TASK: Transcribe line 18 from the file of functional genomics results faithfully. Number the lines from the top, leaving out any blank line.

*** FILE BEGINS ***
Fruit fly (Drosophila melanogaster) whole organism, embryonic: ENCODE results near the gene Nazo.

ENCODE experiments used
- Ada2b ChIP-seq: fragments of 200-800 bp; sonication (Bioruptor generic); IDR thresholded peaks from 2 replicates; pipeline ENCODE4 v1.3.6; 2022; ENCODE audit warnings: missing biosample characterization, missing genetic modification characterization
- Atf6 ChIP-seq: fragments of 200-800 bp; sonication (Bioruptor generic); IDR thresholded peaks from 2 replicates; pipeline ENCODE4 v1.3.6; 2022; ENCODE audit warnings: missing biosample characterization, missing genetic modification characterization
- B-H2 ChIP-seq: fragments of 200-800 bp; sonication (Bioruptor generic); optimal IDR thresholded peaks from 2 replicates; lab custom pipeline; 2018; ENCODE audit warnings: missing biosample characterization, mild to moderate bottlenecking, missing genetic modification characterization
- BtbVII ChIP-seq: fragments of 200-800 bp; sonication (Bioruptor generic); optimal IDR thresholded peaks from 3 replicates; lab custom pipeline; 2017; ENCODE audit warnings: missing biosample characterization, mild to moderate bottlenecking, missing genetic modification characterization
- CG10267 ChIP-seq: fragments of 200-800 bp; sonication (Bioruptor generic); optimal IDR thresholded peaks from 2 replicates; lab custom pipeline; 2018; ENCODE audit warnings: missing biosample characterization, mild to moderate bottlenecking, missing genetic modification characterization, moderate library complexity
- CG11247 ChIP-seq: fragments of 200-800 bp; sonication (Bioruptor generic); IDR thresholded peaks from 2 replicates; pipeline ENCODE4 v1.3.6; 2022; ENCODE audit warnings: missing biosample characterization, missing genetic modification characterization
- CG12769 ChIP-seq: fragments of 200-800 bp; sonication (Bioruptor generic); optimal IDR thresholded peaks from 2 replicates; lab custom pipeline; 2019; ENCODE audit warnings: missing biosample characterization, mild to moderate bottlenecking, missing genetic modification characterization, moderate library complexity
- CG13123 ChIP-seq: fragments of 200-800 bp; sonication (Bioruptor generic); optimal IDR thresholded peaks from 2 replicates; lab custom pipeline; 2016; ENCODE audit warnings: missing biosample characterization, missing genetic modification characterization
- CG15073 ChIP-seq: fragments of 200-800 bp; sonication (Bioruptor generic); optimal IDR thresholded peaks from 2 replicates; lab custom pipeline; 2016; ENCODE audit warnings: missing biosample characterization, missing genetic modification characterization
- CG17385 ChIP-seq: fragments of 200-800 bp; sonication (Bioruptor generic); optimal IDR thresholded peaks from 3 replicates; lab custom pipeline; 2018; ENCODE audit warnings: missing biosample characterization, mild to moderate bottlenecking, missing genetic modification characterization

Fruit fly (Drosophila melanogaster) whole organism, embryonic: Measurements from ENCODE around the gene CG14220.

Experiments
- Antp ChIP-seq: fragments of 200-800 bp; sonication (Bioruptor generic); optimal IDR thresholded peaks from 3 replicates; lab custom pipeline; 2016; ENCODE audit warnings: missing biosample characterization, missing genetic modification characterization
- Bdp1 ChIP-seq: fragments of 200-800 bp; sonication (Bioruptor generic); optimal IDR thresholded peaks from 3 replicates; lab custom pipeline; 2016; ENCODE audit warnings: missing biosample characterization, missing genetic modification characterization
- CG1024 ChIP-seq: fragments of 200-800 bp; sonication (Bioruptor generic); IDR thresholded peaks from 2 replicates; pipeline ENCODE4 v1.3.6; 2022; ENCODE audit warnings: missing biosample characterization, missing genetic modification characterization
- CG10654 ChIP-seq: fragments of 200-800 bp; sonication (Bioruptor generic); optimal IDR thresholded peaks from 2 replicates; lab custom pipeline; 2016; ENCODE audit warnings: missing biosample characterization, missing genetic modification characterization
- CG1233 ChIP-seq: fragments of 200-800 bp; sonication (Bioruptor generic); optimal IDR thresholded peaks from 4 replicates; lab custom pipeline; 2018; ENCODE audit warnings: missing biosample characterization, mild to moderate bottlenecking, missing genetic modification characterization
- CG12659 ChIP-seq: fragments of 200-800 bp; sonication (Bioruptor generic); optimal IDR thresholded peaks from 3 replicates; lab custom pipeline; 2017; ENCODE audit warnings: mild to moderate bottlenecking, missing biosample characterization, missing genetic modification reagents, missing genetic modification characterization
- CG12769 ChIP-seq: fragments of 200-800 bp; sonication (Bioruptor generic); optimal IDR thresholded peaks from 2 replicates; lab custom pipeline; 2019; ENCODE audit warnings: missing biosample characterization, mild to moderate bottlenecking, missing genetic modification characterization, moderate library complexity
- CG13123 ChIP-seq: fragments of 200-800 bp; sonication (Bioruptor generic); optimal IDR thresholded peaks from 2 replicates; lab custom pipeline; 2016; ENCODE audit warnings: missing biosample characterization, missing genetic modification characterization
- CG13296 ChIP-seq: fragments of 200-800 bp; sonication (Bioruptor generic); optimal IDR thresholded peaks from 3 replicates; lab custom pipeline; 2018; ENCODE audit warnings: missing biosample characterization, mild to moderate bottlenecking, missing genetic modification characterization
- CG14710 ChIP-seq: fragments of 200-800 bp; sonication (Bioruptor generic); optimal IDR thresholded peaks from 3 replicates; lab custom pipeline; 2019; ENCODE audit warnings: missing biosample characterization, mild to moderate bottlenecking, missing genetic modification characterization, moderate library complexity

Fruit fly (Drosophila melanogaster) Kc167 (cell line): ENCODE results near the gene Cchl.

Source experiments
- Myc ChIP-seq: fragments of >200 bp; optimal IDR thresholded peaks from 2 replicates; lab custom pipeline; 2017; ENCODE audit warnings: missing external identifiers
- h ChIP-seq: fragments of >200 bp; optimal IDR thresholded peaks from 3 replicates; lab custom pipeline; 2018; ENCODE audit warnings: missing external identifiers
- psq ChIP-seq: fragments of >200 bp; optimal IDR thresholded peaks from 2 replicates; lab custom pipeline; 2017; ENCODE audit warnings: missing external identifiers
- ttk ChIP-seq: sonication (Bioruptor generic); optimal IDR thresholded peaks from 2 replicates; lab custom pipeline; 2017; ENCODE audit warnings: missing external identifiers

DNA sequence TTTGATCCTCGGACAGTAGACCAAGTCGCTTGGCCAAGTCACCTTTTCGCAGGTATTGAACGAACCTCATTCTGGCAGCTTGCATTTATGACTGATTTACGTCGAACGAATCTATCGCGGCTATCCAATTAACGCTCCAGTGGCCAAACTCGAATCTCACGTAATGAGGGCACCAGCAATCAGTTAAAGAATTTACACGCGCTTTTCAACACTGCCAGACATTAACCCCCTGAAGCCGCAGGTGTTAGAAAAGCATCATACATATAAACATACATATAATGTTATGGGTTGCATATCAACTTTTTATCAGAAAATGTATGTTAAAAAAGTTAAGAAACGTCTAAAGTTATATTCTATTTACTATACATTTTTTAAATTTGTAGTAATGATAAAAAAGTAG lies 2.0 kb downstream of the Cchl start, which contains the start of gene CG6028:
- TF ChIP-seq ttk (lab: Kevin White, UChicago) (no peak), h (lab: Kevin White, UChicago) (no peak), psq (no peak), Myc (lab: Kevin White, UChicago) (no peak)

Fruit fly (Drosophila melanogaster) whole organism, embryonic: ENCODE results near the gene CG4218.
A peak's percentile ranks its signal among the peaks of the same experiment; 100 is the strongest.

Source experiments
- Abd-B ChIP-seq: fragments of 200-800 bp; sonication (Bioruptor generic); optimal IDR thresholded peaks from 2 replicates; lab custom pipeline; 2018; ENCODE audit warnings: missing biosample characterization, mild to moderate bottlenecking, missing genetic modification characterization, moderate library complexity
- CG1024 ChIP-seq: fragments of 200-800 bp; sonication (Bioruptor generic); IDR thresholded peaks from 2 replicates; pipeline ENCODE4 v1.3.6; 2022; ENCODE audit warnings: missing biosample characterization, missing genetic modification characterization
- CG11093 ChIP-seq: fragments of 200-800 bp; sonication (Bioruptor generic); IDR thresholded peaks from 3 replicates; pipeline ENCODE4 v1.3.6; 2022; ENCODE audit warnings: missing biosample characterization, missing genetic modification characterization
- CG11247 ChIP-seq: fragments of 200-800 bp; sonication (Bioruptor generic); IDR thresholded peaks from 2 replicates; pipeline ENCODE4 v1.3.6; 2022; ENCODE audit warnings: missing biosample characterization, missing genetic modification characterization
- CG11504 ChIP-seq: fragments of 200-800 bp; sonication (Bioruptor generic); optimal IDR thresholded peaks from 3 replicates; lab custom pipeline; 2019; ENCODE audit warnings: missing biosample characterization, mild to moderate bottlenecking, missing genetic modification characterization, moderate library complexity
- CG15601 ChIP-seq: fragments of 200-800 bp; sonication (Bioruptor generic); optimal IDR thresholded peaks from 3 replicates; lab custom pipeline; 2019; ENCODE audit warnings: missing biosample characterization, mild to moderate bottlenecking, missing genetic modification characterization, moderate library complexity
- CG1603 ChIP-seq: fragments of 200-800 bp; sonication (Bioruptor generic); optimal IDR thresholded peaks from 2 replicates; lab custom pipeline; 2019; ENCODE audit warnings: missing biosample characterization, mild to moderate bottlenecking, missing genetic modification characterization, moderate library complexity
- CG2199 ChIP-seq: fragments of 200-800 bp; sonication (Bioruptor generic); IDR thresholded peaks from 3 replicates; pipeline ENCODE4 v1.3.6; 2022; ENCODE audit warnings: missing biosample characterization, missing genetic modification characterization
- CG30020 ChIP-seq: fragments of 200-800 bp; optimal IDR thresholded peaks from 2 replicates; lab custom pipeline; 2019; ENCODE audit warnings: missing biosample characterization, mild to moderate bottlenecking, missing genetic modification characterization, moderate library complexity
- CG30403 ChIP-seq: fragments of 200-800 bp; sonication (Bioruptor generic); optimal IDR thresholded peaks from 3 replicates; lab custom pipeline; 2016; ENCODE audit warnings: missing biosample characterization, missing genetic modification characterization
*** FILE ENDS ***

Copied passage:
- CG10654 ChIP-seq: fragments of 200-800 bp; sonication (Bioruptor generic); optimal IDR thresholded peaks from 2 replicates; lab custom pipeline; 2016; ENCODE audit warnings: missing biosample characterization, missing genetic modification characterization